I would like to (use the \label - \ref mechanism to) number as equations the first and third rows in the following diagram:



    1 & \longrightarrow &A  & \longrightarrow & B \times C & \overset{\pi}\longrightarrow & D & \longrightarrow & 1 \phantom{\, ,} \\
1 & \longrightarrow &a \cap b  & \longrightarrow & c & \longrightarrow & c \pi & \longrightarrow & 1 \, , 

Although I have done some research, none of the solutions found (using align, alignat, etc.) worked well with my diagram. Do you have any suggestions? Concretely, which is the most suitable environment to use, and how?

  • @LaRiFaRi -- I guess he means the rows in fact. If you compile the example it is rather clear. – Ruben Apr 15 '16 at 10:09
  • Do you need to refer to those numbers using the \label-\ref-mechanism? – Ruben Apr 15 '16 at 10:11
  • I mean rows indeed, I'd like to refer the two short exact sequences (rows) independently. – suitangi Apr 15 '16 at 10:12
  • Yes @Ruben, should I edit the question accordingly? – suitangi Apr 15 '16 at 10:15
  • 1
    BTW: you might want to use something like tikz-cd for commutative disagrams instead of relying on array, much more featues. – daleif Apr 15 '16 at 10:18

As you requested here is a solution usind tikz-cd. It uses a custom labeling macro \cdlabel that throws out the current line of the diagram and generates a label named by the first argument. You can \ref it as usual.



  1 \arrow[r] & A \arrow[r] & B \times C \arrow[r, "\pi"] & D \arrow[r] & 1 & \cdlabel{eq1}\\
  & \rotatebox[origin=c]{90}{$\leqslant$} & \rotatebox[origin=c]{90}{$\leqslant$} & \rotatebox[origin=c]{90}{$\leqslant$} && \\
  1 \arrow[r] & a \cap b  \arrow[r] & c \arrow[r] & c\pi \arrow[r] & 1 & \cdlabel{eq2}
%1st line: eq. \ref{eq1}, 2nd line: eq. \ref{eq2}.


  • Great! Now my doubt is which answer accept ;). Maybe you want to join both answers in a single one. – suitangi Apr 15 '16 at 18:00
  • @suitangi, if you find it helpful you can upvote it. The solutions are quite different. So, I'd say we'll keep them separate. Regarding your question which to accept: The tikz-cd approach is more "diagram-ish" and a little bit cleaner overall. The alignat approach involves more hacking but sticks closer to your original idea of using some kind of ams array environment. And consider the user interface of the labeling mechanism. There are downsides and pitfalls in both solutions. I hope that helps you to decide. – Ruben Apr 15 '16 at 18:11

You can use alignat (in which the rows get numbered by default) instead of array.



  1 & \longrightarrow & A & \longrightarrow & B \times C & \overset{\pi}\longrightarrow & D & \longrightarrow & 1 \phantom{\, ,} \label{eq1}\\
    && \rotatebox[origin=c]{90}{$\leqslant$} && \rotatebox[origin=c]{90}{$\leqslant$} && \rotatebox[origin=c]{90}{$\leqslant$}   \nonumber\\
  1 & \longrightarrow &a \cap b  & \longrightarrow & c & \longrightarrow & c \pi & \longrightarrow & 1 \, ,                      \label{eq2}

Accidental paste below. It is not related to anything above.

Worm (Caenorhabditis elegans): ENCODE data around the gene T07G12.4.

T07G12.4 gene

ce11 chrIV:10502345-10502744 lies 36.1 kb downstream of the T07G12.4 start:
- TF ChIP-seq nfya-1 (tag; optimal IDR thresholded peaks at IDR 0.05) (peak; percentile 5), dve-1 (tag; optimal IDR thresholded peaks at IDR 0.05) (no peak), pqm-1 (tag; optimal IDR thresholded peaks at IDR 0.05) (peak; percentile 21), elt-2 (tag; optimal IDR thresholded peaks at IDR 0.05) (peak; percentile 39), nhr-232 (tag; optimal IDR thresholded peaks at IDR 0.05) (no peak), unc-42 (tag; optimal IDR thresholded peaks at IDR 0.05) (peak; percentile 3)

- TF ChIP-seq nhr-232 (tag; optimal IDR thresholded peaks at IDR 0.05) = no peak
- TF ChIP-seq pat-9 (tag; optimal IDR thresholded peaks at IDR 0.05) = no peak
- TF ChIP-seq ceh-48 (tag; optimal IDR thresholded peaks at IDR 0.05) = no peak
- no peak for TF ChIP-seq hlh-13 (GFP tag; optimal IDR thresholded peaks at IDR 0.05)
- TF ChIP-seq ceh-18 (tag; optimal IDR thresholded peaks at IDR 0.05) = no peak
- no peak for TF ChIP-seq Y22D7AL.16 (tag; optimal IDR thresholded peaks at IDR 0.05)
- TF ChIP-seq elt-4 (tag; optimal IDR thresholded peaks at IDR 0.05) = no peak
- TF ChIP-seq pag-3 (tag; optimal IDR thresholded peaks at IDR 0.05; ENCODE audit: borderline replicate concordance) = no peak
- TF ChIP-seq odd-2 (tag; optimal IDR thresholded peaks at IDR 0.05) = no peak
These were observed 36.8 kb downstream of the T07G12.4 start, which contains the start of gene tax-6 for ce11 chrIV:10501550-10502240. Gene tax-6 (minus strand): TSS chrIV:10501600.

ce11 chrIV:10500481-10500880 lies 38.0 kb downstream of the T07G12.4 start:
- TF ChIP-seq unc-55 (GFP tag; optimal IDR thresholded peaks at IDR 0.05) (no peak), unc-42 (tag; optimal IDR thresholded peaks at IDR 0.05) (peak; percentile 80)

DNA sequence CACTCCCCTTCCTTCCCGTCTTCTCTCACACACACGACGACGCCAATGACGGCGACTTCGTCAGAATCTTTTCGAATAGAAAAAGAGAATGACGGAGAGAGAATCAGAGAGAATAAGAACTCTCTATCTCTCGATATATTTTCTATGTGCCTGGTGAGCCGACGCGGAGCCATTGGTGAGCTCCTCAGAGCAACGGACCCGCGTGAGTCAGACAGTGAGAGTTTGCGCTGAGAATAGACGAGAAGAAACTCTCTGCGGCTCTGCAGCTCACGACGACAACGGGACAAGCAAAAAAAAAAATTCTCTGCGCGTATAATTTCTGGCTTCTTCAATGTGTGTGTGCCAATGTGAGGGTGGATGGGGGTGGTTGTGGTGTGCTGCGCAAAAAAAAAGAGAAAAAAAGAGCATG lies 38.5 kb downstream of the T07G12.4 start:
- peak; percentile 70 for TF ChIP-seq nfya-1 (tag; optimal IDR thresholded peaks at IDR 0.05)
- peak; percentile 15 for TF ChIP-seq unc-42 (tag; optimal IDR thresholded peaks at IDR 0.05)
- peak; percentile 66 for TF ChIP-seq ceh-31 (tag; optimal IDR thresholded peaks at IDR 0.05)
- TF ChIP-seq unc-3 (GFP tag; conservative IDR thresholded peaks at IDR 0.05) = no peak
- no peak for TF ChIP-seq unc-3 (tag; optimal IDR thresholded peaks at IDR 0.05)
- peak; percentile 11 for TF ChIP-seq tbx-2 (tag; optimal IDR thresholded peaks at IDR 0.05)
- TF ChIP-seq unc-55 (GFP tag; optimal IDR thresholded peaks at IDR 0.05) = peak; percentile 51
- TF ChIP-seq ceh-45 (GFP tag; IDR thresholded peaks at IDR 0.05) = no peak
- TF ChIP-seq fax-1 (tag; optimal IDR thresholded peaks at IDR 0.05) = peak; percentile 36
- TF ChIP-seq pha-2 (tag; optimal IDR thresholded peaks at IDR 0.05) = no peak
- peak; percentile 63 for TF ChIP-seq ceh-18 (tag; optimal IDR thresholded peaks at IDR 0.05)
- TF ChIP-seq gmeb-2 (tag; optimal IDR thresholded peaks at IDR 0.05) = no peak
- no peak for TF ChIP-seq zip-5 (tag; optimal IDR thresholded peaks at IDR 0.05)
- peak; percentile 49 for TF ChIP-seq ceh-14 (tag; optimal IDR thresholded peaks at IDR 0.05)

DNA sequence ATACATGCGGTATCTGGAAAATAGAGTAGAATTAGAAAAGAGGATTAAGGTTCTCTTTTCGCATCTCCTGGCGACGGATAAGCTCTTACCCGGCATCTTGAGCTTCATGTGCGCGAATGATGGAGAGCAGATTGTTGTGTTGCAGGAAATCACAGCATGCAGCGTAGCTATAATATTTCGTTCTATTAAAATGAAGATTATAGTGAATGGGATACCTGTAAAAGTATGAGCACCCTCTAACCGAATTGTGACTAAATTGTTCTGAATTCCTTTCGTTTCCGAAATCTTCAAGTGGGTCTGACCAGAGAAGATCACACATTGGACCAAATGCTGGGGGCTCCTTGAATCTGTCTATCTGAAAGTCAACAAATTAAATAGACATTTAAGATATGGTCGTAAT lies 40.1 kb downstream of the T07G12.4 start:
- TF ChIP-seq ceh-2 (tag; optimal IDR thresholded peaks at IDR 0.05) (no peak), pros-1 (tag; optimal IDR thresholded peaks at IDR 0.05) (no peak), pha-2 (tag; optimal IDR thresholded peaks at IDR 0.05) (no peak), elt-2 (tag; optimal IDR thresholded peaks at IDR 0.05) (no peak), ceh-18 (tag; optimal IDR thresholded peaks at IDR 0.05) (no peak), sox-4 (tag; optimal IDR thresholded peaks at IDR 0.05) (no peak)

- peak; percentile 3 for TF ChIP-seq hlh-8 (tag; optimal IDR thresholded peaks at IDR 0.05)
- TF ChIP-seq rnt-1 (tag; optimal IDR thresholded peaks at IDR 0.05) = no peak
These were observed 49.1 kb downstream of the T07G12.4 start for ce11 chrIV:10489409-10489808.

However, the default settings in alignat for the positiong of the cell content were designed for equations (resp. parts of equations) and don't match the requirements for your diagram or for diagrams in general (see the above figure).

To fix this you can use a custom version of alignat where you modify the positioning and spacing. I called this environment labeledcd. Note that it takes one argument, which specifies the number of columns as in alignat. (The argument in fact gets directly passed to alignat.)




  1 & \longrightarrow & A & \longrightarrow & B \times C & \overset{\pi}\longrightarrow & D & \longrightarrow & 1              \label{eq1}\\
    && \rotatebox[origin=c]{90}{$\leqslant$} && \rotatebox[origin=c]{90}{$\leqslant$} && \rotatebox[origin=c]{90}{$\leqslant$} \nonumber\\
  1 & \longrightarrow &a \cap b  & \longrightarrow & c & \longrightarrow & c \pi & \longrightarrow & 1                         \label{eq2}
1st line: eq. \ref{eq1}, 2nd line: eq. \ref{eq2}.


  • +1 thank you, this works fine. I'd like to know, though, whether this can be accomplished without such kind of customizing. Or should I understand that what I am asking for is not implemented in any standard Latex package? What about using tikz-cd as @daleif suggested? – suitangi Apr 15 '16 at 15:33
  • @suitangi, as a matter of fact, what you're asking for is implemented in standard LaTeX -- as far as amsmath is considered so (I would do so). alignat does exactly what you are looking for. The longish overhead in the preamble is only added to accomplish the right positiong and spacing. (I'll add a inbetween step in my solution) But, the basic feature is alredy there. – Ruben Apr 15 '16 at 17:33
  • @suitangi -- tikz-cd is the package of choice when it comes to commutative diagrams. But(!): There is no genuine support for the referencable line-numbering feauture you requested. You can build it in. I'll add another answer for this. Stay tuned... – Ruben Apr 15 '16 at 17:38

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